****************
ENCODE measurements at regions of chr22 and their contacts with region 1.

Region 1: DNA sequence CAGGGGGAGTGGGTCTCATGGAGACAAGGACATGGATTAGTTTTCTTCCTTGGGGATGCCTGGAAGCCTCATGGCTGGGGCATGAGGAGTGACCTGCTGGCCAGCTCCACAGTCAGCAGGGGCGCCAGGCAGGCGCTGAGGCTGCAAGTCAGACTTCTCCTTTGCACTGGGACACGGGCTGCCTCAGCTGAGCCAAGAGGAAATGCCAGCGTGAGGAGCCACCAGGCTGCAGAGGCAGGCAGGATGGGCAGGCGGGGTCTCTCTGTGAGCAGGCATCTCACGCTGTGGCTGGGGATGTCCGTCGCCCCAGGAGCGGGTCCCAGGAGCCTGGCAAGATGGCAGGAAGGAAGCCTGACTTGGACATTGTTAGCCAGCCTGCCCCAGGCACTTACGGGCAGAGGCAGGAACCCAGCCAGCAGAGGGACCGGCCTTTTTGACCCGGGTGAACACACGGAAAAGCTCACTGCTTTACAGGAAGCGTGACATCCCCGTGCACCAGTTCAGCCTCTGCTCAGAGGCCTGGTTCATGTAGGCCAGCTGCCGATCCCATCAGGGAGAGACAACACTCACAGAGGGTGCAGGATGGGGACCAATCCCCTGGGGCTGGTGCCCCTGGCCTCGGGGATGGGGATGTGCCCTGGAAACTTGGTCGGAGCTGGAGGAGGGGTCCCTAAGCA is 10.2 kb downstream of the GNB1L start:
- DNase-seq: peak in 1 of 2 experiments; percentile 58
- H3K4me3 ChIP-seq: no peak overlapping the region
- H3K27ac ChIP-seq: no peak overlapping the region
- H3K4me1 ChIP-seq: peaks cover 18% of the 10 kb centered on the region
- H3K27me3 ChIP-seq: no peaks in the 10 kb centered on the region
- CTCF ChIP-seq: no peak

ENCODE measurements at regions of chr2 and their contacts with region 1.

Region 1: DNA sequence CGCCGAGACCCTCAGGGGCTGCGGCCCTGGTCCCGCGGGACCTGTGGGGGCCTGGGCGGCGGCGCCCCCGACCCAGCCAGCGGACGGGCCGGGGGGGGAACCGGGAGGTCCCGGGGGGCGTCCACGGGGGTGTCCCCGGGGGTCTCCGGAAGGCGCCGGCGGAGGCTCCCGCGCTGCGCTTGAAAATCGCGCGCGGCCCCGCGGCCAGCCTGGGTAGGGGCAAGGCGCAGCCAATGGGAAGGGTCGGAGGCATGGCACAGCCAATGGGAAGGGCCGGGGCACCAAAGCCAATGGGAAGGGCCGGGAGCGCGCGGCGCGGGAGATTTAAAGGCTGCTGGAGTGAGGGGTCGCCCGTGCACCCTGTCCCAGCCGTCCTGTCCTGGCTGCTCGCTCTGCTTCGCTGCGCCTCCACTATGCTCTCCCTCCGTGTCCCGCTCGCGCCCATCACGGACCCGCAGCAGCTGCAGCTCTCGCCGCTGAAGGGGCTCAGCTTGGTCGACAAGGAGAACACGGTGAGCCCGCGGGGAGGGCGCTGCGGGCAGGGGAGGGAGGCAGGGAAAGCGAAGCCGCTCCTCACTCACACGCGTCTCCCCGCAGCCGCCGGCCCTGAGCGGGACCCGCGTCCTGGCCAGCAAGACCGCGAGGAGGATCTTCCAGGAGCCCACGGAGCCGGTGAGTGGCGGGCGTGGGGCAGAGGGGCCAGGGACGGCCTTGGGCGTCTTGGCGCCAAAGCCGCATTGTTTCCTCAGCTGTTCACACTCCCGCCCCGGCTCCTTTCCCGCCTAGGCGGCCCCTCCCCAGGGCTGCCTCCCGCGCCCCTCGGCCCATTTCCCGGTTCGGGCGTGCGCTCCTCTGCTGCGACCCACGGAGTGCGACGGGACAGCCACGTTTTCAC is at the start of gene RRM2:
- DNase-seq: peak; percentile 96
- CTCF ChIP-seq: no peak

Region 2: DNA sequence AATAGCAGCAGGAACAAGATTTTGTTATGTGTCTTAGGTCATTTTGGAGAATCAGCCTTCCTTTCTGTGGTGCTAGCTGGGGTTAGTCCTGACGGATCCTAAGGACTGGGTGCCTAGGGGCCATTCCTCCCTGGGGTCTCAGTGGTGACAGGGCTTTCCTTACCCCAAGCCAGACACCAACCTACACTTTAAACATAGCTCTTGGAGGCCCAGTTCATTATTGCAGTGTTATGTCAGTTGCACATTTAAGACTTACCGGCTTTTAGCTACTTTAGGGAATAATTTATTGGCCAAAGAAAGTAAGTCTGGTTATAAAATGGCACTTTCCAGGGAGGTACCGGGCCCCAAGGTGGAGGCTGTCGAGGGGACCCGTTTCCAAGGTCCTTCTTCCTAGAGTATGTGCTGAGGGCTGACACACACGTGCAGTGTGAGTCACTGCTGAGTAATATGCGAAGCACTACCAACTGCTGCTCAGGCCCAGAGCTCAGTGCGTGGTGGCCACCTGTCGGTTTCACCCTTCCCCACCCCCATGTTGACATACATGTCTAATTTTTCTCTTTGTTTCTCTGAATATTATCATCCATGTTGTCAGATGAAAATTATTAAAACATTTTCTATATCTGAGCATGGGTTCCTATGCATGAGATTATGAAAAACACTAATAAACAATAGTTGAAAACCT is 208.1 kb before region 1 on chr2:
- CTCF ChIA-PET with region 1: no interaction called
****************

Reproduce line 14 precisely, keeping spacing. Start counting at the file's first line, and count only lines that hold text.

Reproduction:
- CTCF ChIA-PET with region 1: no interaction called